Retinal Camera and Digital Crop Sensor Win Key IDEA Honors
Diverse products earn IDSA’s Curator’s Choice and People’s Choice awards
IDEA 2023: Part two of a series
The Arable Mark 3 multifunctional crop sensor aims to help farmers leverage the full potential of digital agriculture. It collects plant, weather and soil information and uploads it to the cloud via a cellular link where sophisticated data analytics enable intelligent crop management decision-making.
Its capabilities impressed Mark Greuther, curator of the Henry Ford Museum of American Innovation in Dearborn, Mich., enough for him to honor it with his Curator’s Choice Award at the 2023 International Design Excellence Awards, announced Aug. 23 in New York. It also won a Silver IDEA from the jury.
The People’s Choice Honor, meanwhile, went to the Verily Retinal Camera, an ophthalmic camera used to take digital photos of the human eye, including the retina. Verily, an Alphabet Inc. company, designed the product in-house as part of its broader mission to “combine data and human-centered design to help people live healthier lives.” The jury awarded the product a Bronze Award in its category.
The Verily Retinal Camera (VRC) is meant to be used with the Verily Retinal Service (VRS), which launched in 2022. These tools together are said to enable greater access to precision retinal imaging for patients by conducting them in convenient locations, like primary care settings.
Making Retinal Screenings More Accessible
The South San Francisco-based company notes that early detection and treatment can prevent 90 percent of vision loss and that roughly half the people with diabetes don’t know why they need to get screened and are skipping screenings. Such screenings normally are done by ophthalmologists and are inaccessible to many patients.
“The VRC makes complex retinal screenings easy enough to deploy in a primary care physician’s office, where most people get their care,” notes Verily, adding that a range of people can be trained to use the device.
Verily designed the camera around the idea of expanded access—a soft, flexible, silicone headrest design that fits a variety of face shapes, a camera form compact enough to be carried to different locations and a user interface that helps to train and guide a set of operators through screenings.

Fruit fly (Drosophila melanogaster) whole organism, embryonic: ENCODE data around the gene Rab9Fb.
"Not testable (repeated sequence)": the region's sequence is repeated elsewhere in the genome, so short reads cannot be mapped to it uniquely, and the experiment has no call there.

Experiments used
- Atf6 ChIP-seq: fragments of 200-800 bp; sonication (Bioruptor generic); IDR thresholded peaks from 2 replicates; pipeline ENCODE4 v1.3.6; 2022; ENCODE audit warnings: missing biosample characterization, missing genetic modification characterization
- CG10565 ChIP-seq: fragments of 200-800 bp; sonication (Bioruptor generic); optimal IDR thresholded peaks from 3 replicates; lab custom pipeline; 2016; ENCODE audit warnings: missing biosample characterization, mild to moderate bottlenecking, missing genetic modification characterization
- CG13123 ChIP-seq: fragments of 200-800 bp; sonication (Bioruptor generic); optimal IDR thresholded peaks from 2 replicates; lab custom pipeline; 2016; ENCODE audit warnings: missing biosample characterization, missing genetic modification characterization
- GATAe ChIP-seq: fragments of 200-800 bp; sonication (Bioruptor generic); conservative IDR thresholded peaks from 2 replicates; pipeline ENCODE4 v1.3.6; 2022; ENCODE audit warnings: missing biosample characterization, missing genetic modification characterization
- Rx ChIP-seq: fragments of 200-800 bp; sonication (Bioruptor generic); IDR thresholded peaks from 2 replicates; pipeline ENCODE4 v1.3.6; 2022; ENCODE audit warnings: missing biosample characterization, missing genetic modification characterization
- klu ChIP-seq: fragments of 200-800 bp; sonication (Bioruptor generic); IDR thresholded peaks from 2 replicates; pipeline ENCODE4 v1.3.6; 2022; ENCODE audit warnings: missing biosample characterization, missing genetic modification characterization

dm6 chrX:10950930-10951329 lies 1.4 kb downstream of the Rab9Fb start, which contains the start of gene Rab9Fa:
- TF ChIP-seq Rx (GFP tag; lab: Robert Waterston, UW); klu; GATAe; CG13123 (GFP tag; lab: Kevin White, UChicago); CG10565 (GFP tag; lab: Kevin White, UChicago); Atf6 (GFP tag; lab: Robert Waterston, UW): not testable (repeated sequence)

A Verily spokeswoman told Plastics Engineering: “We started with an understanding of diverse facial anthropometry, specifically anthropometric data sets and developed representative parametric solid head models from these data sets. We then iterated designs using a data-driven approach and computer software to predict the fit and user preference testing of rapid prototypes.”
The device’s camera is part of an innovative end-to-end service, covering operator and patient training, patient scheduling and teleretinal image grading (through a third party). The camera is specially designed to allow operators to take fast, accurate retinal captures with minimal training.
Verily used a polycarbonate/ABS blend for the white outer shells of the product.
Farm Monitoring Goes High-Tech
The Mark 3, designed by San Francisco’s Bould Design for use in harsh farm conditions, incorporates a 5-MB camera and offers extensive plant monitoring including chlorophyll density, evaporation, wetness, canopy temperature and heat stress. It also monitors temperature, pressure, humidity and rainfall among its weather data functions.
The device uses polycarbonate (PC), acrylic, PC/ABS and silicone along with aluminum, stainless steel and germanium, though Bould did not respond to requests for more information about the specific material applications.
IDEA 2023 jury chair Shujan Bertrand, founder and CEO of sustainable soft goods maker Aplat, and director of the Industrial Design Department at the California College of the Arts, said she respected the selection of this entry as Curator’s Choice, given the role that technology has to play in combatting climate change. The Arable Mark 3 “checked all the boxes,” she said, with great design and smart technology, while offering a strong benefit for the planet.
“Before Arable,” Bould said, “farmers had a limited tool set for acquiring data and making decisions. Most farmers relied on people collecting data in the fields, a method that is expensive, prone to error and not continuous. More sophisticated operations had connected sensors with rudimentary software implementations. But they were unreliable, low-functioning systems.”
With the Arable Mark 3—a third-generation product—Bould said, “Farmers get access to a full suite of accurate, real-time data without having to climb into their pickup trucks and drive out to the field to take measurements.”
Improvements Made to Arable’s Latest Version
In the product’s latest iteration, Bould said it added key technology and doubled down on Arable’s design for reliability and durability, noting that the most important sensor addition was the 5-MB camera. “Image data combined with artificial intelligence (AI) recognition algorithms hold vast potential for diagnosing and remediating crop problems before they become disasters.”
As for reliability, Bould more than doubled the solar collector size and increased battery capacity correspondingly. Larger antennas extended range and connection reliability. The designers vetted and tested the form factor and construction for durability under worst-case conditions, including 60-mph winds.
Designed for easy installation and minimal maintenance, Arable Mark 3 collects a vast amount of actionable data and uploads it to the cloud where it can be analyzed and acted upon. “Farmers are a global community,” noted Bould, “and the Mark 3 enables the collecting, analyzing and sharing of data anywhere in the world.”
View other IDEA 2023 stories in this series:
- Introductory Opinion Column (Aug. 21): The Importance of Design
- Part 1 (Aug. 23): Top honors go to Polyformer